AIDS Vaccines: The World's Best Hope to End the AIDS Epidemic

By Gladel, Christian | UN Chronicle, July-August 2006 | Go to article overview

AIDS Vaccines: The World's Best Hope to End the AIDS Epidemic


Gladel, Christian, UN Chronicle


TWENTY-FIVE YEARS AFTER ITS ONSET, AIDS continues to grow and outpace the global response. According to the Joint United Nations Programme on HIV/AIDS (UNAIDS) 2006 Report on the global AIDS epidemic, worldwide an estimated 38.6 million people are currently living with HIV. The epidemic is particularly worrisome for women and youth: in 2005, 59 per cent of infected people in sub-Saharan Africa were women; HIV-infected young women, aged 15 to 24, outnumbered their male counterparts by three to one. Approximately 6,000 to 7,000 people in that age group contract the virus each day.

The increasing effect of what is generally referred to as the feminization of HIV/AIDS is a phenomenon that can be observed in all regions across the world. Young people are also disproportionately affected, and despite internationally agreed goals to step up prevention efforts, activities to adequately protect them from HIV/AIDS are insufficient. However, there are signs of hope. Infection rates have plateaued in several African countries, but with around 4.1 million new infections annually, there is no room for complacency. The impact of HIV/AIDS is especially serious in the developing world since 95 per cent of new infections occur there. To help prevent HIV/AIDS, the need is evident for a vaccine--a substance that trains the immune system to recognize and protect against a disease or other infectious agent.

Historically, vaccines have been particularly efficient and cost-effective. The introduction of the smallpox vaccine, for example, made it possible to eradicate the disease altogether. They are also good poverty-fighting tools, as they tend to reach the poor and disadvantaged populations better than other health services.

On the minds of a lot of people, however, is the question, "Is it possible to develop an AIDS vaccine?" The answer is yes. Most scientists believe that an effective preventive AIDS vaccine is challenging but feasible. Virtually everybody's immune systems can keep the virus in check for a number of years. However, there are certain individuals that are resistant to HIV infection, such as a group of Kenyan sex workers who, despite repeated exposure to the virus, never contracted HIV. Their bodies somehow are able to control infection. It has also been found that AIDS vaccines can protect monkeys from the simian equivalent of HIV. All these are important, if not yet well understood, clues for the development of an AIDS vaccine. Accordingly, more than 30 vaccine candidates are currently undergoing early trials on four continents.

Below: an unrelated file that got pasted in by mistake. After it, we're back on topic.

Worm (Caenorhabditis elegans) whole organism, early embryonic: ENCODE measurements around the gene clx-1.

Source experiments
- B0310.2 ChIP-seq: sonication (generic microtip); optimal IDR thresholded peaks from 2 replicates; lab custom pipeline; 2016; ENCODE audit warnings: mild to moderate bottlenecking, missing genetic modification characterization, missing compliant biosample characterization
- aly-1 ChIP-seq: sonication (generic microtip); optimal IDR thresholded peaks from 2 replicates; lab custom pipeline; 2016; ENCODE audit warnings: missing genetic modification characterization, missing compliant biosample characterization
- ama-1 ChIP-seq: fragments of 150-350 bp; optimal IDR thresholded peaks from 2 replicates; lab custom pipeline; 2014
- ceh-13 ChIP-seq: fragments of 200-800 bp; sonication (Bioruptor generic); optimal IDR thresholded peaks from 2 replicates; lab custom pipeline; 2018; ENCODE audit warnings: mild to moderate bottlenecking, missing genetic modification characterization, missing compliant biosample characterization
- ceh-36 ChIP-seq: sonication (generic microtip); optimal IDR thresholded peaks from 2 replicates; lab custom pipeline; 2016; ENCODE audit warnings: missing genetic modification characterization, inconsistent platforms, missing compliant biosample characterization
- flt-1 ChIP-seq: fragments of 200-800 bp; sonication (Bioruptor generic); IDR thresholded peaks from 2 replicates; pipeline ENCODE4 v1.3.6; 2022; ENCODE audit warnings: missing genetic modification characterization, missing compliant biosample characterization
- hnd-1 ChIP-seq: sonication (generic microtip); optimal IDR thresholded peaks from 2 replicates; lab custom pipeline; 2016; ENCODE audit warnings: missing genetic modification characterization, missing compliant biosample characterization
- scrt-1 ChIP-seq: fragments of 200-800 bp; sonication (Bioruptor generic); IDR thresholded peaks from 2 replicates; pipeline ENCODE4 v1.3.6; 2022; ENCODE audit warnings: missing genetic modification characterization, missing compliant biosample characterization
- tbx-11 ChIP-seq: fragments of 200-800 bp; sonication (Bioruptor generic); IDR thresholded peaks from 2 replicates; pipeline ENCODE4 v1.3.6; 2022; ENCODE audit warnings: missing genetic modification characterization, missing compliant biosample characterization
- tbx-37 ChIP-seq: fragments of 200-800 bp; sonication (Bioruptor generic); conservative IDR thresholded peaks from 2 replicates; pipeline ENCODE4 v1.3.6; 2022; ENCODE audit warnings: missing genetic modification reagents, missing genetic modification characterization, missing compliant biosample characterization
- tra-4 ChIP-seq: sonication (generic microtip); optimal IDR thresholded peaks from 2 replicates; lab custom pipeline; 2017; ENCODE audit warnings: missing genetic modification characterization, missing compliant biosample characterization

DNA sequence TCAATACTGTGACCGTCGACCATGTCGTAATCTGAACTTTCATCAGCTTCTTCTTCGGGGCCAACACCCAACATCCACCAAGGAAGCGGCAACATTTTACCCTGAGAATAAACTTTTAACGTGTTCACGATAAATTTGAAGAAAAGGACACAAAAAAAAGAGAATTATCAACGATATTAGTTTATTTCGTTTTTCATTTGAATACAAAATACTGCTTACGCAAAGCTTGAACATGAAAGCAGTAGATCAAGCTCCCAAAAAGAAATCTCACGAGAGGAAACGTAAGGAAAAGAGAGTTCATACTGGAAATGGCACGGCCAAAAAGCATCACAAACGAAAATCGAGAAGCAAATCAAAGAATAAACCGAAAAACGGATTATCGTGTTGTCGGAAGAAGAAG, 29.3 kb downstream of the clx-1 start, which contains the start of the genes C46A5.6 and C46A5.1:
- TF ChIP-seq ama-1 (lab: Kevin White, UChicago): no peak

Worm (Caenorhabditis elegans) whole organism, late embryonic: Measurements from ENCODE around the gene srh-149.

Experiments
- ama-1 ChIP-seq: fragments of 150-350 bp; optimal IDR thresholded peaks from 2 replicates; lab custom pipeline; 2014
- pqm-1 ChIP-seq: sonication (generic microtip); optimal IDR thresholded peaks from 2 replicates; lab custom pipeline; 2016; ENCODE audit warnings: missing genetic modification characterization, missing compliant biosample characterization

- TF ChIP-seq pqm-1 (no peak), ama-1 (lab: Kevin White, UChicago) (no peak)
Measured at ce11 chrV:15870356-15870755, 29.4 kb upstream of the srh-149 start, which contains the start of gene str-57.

On the other hand, the challenges for developing an AIDS vaccine are formidable. Scientifically, the human immunodeficiency virus has turned out to be a very elusive target; in fact, HIV is one of the most complicated viruses ever identified, and it targets and destroys the very immune system that a vaccine traditionally triggers. Its genetic hyper-variability is daunting; millions of viruses are constantly produced and their mutation rates are staggering. The immune system is presented with an endless stream of new forms of the virus that it is unable to recognize and control.

In addition, clinical trials to test the safety and efficacy of an AIDS-vaccine candidate are long and costly. A vaccine is developed in laboratories and initially tested in animals, after which it generally has to go through three phases of testing on human beings to be licensed for use (see box below). In 2005, 13 new trials of preventive AIDS-vaccine candidates began in nine countries worldwide, including the developing world, two of them involving Phase II trials. India, China and Rwanda started their first vaccine trials in 2005 and South Africa began Phase II.